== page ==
Catching Spinner Sharks | Boating Magazine

Catching Spinner Sharks

How to hook up with spinner sharks.

A spinner shark leaping from the water is one of the most thrilling sights an angler can witness-especially when your hook is firmly embedded in the shark's jaw. Rips, weedlines, and oil rigs can all attract spinner shark, but one of the most common places to find them is behind commercial fishing boats culling their catch. Ready to angle for one of the most overlooked predators in the ocean? These tips should get you below the surface, where the big boys hide out.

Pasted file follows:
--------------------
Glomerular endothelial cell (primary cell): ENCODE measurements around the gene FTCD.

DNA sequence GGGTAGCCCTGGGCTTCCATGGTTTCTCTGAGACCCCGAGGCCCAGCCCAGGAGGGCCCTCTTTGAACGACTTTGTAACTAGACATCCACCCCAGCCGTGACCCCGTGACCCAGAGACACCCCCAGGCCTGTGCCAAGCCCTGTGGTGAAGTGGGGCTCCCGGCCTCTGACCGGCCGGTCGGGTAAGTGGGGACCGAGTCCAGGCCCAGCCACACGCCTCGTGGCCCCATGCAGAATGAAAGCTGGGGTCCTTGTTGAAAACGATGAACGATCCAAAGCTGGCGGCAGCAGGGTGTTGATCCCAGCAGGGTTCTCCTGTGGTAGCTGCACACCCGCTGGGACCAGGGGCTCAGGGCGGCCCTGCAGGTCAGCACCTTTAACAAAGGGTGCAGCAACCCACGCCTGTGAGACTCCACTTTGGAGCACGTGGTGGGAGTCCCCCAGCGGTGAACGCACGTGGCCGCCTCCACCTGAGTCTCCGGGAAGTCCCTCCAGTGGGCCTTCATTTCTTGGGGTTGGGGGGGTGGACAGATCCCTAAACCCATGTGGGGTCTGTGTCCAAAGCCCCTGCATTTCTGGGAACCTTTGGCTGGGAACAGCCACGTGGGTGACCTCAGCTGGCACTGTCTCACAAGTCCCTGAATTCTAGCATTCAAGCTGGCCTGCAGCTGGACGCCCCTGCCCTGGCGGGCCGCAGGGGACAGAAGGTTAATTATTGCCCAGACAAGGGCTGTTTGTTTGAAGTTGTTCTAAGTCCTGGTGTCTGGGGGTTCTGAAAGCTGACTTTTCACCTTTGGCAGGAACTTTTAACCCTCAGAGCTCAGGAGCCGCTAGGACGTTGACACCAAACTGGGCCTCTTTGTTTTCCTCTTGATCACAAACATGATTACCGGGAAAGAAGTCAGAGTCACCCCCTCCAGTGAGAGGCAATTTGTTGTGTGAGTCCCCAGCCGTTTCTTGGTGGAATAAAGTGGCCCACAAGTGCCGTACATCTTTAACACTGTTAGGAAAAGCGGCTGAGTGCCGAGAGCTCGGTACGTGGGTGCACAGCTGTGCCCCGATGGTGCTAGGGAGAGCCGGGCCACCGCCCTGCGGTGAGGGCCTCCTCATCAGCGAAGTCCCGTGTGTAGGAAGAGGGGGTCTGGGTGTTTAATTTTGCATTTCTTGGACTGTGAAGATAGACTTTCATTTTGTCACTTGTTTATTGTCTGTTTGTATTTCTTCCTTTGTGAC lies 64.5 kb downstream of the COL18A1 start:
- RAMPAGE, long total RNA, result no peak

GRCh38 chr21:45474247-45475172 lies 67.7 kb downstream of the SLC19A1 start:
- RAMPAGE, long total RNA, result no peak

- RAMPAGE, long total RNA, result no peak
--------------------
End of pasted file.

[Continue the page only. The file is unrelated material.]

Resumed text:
Spinners feed in various parts of the water column, and most of the ones you see jump clear of the water are fairly large-in the 4' to 6' range. But those larger predators often hang lower than their smaller brethren, which are battling for tidbits at the surface. They commonly operate mid-depth, which gives them plenty of room to generate the kind of momentum it takes to push a 150-pound body 10' out of the water. So if you see big spinners rising high in the sky, a surface bait isn't necessarily the best way to go. So how do you agitate those big boys, when the little ones are eating all the surface chum? Sink a chum bucket 10' below the surface. Then take a pail of wet sand and live glass minnow or finger mullet. Clump several baitfish together with the sand, and throw them overboard. The fish will escape the sand balls at different depths, driving the shark crazy. Bait up with a live ladyfish or hardtail, which are too big for the smaller shark to strike. Then brace yourself-because when a 6' spinner shark blasts through the pack to eat a livie, you're going to have a serious fight on your hands.

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